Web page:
Jessica McCormack is one young designer who counts Rumfitt as a fan. Her first sale was to the pop star Rihanna, and her designs have since been worn by Madonna and Carine Roitfeld, former editor of French Vogue. Her pieces will almost certainly hold their value. So if you’re lucky enough to catch a young designer before they become a big name, bingo! The annual jewellery exhibition at Goldsmith’s Hall is a good place to spot new talent with exciting ideas.

Pieces made by established artists, current or past, are also a promising addition to any jewellery portfolio. The likes of Picasso, Salvador Dali and Anish Kapoor have created their own jewellery, much of which is highly prized. If this is what you’re after, Louisa Guinness’s gallery in Conduit Street, Mayfair, is the place to look. Rumfitt says the work of Man Ray, the surrealist painter and fashion photographer, might also appeal. But as with the antique sector of the market, rarity is vital for investment value. ‘Jewellery made in limited editions, and that has individuality, is key,’ she says.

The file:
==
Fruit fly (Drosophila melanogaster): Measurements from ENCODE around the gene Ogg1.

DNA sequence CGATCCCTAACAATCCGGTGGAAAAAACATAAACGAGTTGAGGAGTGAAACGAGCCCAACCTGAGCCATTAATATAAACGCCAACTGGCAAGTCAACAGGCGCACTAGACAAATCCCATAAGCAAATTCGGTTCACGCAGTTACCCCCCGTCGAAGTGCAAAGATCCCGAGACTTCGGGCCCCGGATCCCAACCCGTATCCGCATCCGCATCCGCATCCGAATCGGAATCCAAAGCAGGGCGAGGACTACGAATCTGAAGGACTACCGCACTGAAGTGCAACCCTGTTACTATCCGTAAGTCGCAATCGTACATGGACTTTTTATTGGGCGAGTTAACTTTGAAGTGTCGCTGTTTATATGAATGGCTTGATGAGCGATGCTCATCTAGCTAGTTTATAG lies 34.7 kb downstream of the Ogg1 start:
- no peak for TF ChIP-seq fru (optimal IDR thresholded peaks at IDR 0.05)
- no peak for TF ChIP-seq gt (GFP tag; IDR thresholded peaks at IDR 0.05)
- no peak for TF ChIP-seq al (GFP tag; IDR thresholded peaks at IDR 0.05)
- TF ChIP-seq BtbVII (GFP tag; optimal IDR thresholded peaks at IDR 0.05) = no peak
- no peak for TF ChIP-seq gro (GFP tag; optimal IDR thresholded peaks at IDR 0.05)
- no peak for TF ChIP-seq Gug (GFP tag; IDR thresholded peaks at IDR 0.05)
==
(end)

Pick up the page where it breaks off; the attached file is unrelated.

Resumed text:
One of the challenges of investing in any category of jewellery is to force yourself to differentiate between potential good investments and things that you (or your other half, if you’re thinking about her Christmas stocking) would want to wear. If you’re lucky, the two will be one and the same. But as Rumfitt says, ‘buy something that you really like, that you can wear and appreciate. If you choose something that’s more of a work of art, you can look at it and enjoy it. Then if it does increase in value you have a double whammy. The problem is that tastes change so quickly’.

The fickleness of fashion is always going to be an issue if you want your jewellery to earn its way. This is never going to be the safest form of investment, but careful research based on sound advice will make your purchases more likely to be rewarding if you ever decide to sell, or when they eventually pass to your heirs.

Either way, they are guaranteed to give you more pleasure to own — and to attract more compliments — than a dusty old bundle of stocks and shares.